In case you didn't catch it, I mentioned the H320's "media port." The H320 has two USB ports on its bottom edge: a media port and a data port (see photo above). For Winer (and for me), the H320's media port is not a trivial feature. When the USB cable is plugged into the media port (see photo below), WMP automatically recognizes that the MTP-capable H320 is connected. When switching to WMPs Sync screen, you can see the contents of WMP's library in the left pane, and the contents of the H320's directory structure on the right. But one thing you can't do in WMP's Sync screen is copy files from the H320 to the PC. For example, if there's an audio file on the H320 -- perhaps one that ended up there when you used the H320 to record some audio -- you can't drag it back to the library or right click on it for a complete list of actions like the ones you get when you right click on a file in the Windows Explorer. About the only thing you can do is delete it. This is where a second physical port on the H320 -- the data port -- comes in extremely handy.By moving the USB cablefrom the H320's media port to its data port (see photo, below), WMP will think the H320 has been disconnected. Whereas WMP will no longer recognize that the H320 is connected to the system when the cable is moved to the H320's data port (see photo below), Windows will see it as a USB-based detachable hard drive (this was one of Winer's specific requirements). As a hard drive, you have complete control over management (copy, deletes, etc.) of the files that are on the H320. This feature alone has made the H320 invaluable for copying recorded audio back to the PC (where I can edit it and post it to the Web as a podcast). There is a downside to using these ports. When using either port, as the above photos show, the H320's screen will switch to a large icon that indicates what connected mode the device is in (media or data). As long as this screen is displayed, I've found no way to access the H320's user interface to playback or record audio at the same time. Another commonly discussed (on the Web) ding against the H320 is its user interface, and I agree. If you're looking for the definition of "non-intuitive" in the dictionary, there's a good chance you might find a picture of the H320's user interface. This is particularly so given how the iPod set the bar for usability in a portable digital audio player. That said, the H320's UI is also a reflection of the designer's struggle to make all that the H320 can do (as well as some pretty sophisticated options for things like power management) accessible through a handful of buttons and a small display. This is not an ordinary MP3 player.
The H3x0s have two other features -- one that Winer wants and the other that he didn't mention -- that are nice-to-haves. One of these (the one that Winer wanted) is an FM tuner. While I haven't fully tested the FM tuner yet, one of the H320's cooler features is that it can use its built-in recording capabilities to record directly from the FM tuner. To make it easier to find stations, the FM tuner allows users to create up to 20 station presets and has a seek function for locating the next strong signal when moving up or down the FM dial. In addition to the FM tuner, the H3x0 can also store and display images (BMP or JPG), AVI movies at 10 frames per seconds (the steps to optimize existing digital video for the H3x0 are explained here) and text files. Given this and the other aforementioned capabilities (I've barely touched on its recording prowess), it's virtually inconceivable that someone would pay the premium for a photo iPod (like I did for my son) when you've got a device like this on the market for about $350.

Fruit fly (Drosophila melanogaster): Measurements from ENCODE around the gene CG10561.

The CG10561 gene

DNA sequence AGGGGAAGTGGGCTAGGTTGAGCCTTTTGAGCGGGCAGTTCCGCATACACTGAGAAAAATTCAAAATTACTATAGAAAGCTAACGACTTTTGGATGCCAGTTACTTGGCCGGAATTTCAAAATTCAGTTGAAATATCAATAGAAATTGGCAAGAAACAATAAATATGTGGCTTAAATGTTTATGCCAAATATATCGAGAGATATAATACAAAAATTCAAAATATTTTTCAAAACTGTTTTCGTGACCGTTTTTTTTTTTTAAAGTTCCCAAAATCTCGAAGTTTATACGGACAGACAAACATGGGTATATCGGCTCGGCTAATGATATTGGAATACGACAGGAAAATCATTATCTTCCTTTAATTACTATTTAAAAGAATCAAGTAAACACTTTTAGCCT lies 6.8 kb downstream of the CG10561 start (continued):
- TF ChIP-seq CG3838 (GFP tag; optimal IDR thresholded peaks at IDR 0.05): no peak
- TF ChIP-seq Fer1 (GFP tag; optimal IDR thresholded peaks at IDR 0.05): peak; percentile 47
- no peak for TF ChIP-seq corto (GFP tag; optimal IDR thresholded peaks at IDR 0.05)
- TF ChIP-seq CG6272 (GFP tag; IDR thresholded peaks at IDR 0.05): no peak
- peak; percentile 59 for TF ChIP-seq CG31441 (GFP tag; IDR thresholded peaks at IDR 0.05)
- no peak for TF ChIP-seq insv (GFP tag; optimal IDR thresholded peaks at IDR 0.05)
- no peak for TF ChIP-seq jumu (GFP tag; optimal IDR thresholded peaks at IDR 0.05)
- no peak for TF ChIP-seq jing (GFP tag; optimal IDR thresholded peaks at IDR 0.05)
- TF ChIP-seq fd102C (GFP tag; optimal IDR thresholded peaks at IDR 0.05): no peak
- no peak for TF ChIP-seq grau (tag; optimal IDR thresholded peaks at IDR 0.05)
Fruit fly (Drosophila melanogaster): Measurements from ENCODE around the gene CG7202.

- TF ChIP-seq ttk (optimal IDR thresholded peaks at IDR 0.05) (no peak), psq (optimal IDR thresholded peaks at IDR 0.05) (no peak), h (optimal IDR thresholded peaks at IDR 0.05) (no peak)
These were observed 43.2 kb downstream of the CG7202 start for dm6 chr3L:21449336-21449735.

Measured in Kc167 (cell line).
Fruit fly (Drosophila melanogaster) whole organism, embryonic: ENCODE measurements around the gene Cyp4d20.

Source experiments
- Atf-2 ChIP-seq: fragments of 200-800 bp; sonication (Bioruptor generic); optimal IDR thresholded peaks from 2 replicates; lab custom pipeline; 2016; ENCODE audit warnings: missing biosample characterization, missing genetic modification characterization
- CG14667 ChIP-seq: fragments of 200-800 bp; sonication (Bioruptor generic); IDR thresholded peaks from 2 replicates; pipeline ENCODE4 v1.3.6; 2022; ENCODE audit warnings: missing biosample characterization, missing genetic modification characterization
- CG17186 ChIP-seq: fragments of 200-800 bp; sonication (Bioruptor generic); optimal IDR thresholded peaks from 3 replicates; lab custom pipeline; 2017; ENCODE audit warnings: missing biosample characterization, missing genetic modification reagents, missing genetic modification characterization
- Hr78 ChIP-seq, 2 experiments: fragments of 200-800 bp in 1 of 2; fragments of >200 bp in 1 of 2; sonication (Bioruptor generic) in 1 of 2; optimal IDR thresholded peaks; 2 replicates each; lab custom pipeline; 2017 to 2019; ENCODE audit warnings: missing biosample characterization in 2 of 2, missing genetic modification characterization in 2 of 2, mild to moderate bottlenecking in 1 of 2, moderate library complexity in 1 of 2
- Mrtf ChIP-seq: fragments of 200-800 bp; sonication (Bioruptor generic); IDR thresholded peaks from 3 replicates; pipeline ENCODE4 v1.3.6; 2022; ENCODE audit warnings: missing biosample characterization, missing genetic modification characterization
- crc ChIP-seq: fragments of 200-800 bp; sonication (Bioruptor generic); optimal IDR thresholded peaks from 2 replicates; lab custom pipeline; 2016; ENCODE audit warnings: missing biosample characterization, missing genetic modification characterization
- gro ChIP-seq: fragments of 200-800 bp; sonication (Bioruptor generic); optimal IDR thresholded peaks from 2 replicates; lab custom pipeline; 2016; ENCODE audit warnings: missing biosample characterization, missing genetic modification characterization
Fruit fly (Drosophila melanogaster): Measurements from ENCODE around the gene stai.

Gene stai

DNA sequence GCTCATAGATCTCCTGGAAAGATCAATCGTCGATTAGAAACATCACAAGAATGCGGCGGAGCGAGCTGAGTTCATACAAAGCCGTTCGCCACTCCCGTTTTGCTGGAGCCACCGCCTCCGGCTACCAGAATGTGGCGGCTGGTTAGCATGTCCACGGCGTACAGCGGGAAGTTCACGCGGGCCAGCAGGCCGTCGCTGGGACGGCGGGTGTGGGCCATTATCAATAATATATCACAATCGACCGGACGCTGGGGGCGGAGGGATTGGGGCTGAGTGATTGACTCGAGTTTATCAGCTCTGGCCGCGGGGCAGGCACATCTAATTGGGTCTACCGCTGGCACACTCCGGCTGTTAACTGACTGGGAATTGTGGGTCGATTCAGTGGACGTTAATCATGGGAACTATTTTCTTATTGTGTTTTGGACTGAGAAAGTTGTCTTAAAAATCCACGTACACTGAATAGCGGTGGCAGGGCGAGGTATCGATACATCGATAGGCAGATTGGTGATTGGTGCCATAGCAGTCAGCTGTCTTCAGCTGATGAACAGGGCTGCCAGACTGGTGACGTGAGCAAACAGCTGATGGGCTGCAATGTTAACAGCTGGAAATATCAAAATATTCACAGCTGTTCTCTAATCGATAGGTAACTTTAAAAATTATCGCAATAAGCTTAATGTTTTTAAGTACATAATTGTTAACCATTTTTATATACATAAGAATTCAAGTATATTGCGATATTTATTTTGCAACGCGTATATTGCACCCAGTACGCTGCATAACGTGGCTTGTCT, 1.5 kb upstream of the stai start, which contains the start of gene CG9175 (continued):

The 2-inch TFT display has a color depth of 246,000 colors and the display dimensions in pixels is, from the best I can gather, 220 x 176. With WMP, you can also add the folders where you keep your images to your MTP-compliant device's Sync List. In my tests, I synched a bunch of photos to the H320 and, when displaying them, it did its best to keep their width:height aspect ratio intact. Doing so invariably means shrinking most of your images. To get the most of of the H3x0's ability to display images, you're best off finding an image-editing program to cut your images down to a size that more closely matches the pixel dimensions of the display. This way, the H3x0 doesn't have to do much in the way of adjustments to fit the entire image intothe display's viewable area. I haven't tested the H320's text-viewing capabilities. But, according to the manual, one of its cooler features is the ability to advance to a spot in a long text file by specifying how far into the file, in bytes, that spot is (in computer programmer's terms, known as the "offset"). This feature could come in pretty handy when it comes to scrolling through large files.
For a product that I'm not done testing, I've covered way more ground than I expected to on its content playback features alone. Podcasters (Winer included) will want to know how it fares on the recording front. But given that I've run way longer than I originally expected to, I've decided to publish that (along with photos) as a Part 2 (sorry to those of you who were expecting it all in one package). To tease you, I'll just say that the H320 has some pretty cool recording features that you might not find on other devices. For example, in addition to the built-in condenser microphone and headphone jack, the H3x0s have a line-in jack (that can also serve as a mic-in jack) and a line-out jack (two jacks that many notebook computers don't have, let alone other MP3 players).